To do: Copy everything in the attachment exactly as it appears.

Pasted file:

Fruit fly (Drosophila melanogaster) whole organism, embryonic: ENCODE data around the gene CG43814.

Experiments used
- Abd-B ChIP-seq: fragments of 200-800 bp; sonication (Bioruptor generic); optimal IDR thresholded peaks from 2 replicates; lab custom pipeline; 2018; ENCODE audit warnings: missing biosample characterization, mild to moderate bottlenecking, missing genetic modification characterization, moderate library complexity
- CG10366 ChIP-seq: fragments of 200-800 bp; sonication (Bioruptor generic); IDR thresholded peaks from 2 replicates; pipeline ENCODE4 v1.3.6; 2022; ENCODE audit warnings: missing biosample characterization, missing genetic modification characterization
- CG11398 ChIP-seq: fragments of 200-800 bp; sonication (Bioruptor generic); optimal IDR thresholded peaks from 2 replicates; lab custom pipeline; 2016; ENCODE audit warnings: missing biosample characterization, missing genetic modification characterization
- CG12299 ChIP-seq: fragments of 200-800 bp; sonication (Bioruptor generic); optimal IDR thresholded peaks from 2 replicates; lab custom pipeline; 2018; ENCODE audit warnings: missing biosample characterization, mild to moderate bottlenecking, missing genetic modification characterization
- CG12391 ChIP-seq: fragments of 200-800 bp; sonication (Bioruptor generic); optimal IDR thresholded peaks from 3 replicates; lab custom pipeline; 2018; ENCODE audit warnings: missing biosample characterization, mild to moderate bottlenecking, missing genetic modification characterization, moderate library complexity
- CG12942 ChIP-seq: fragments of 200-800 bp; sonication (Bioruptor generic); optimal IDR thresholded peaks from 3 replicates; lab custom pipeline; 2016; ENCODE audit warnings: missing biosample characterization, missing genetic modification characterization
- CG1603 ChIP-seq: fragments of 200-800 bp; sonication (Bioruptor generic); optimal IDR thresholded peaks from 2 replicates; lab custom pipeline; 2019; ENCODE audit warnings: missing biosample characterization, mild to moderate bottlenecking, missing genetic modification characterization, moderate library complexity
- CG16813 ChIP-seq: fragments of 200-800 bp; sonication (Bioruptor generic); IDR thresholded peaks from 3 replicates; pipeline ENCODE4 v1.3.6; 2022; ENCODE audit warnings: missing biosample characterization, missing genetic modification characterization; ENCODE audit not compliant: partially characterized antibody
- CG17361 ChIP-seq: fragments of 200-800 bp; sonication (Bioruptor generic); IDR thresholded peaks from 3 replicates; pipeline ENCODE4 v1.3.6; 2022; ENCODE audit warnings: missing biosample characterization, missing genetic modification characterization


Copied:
Fruit fly (Drosophila melanogaster) whole organism, embryonic: ENCODE data around the gene CG43814.

Experiments used
- Abd-B ChIP-seq: fragments of 200-800 bp; sonication (Bioruptor generic); optimal IDR thresholded peaks from 2 replicates; lab custom pipeline; 2018; ENCODE audit warnings: missing biosample characterization, mild to moderate bottlenecking, missing genetic modification characterization, moderate library complexity
- CG10366 ChIP-seq: fragments of 200-800 bp; sonication (Bioruptor generic); IDR thresholded peaks from 2 replicates; pipeline ENCODE4 v1.3.6; 2022; ENCODE audit warnings: missing biosample characterization, missing genetic modification characterization
- CG11398 ChIP-seq: fragments of 200-800 bp; sonication (Bioruptor generic); optimal IDR thresholded peaks from 2 replicates; lab custom pipeline; 2016; ENCODE audit warnings: missing biosample characterization, missing genetic modification characterization
- CG12299 ChIP-seq: fragments of 200-800 bp; sonication (Bioruptor generic); optimal IDR thresholded peaks from 2 replicates; lab custom pipeline; 2018; ENCODE audit warnings: missing biosample characterization, mild to moderate bottlenecking, missing genetic modification characterization
- CG12391 ChIP-seq: fragments of 200-800 bp; sonication (Bioruptor generic); optimal IDR thresholded peaks from 3 replicates; lab custom pipeline; 2018; ENCODE audit warnings: missing biosample characterization, mild to moderate bottlenecking, missing genetic modification characterization, moderate library complexity
- CG12942 ChIP-seq: fragments of 200-800 bp; sonication (Bioruptor generic); optimal IDR thresholded peaks from 3 replicates; lab custom pipeline; 2016; ENCODE audit warnings: missing biosample characterization, missing genetic modification characterization
- CG1603 ChIP-seq: fragments of 200-800 bp; sonication (Bioruptor generic); optimal IDR thresholded peaks from 2 replicates; lab custom pipeline; 2019; ENCODE audit warnings: missing biosample characterization, mild to moderate bottlenecking, missing genetic modification characterization, moderate library complexity
- CG16813 ChIP-seq: fragments of 200-800 bp; sonication (Bioruptor generic); IDR thresholded peaks from 3 replicates; pipeline ENCODE4 v1.3.6; 2022; ENCODE audit warnings: missing biosample characterization, missing genetic modification characterization; ENCODE audit not compliant: partially characterized antibody
- CG17361 ChIP-seq: fragments of 200-800 bp; sonication (Bioruptor generic); IDR thresholded peaks from 3 replicates; pipeline ENCODE4 v1.3.6; 2022; ENCODE audit warnings: missing biosample characterization, missing genetic modification characterization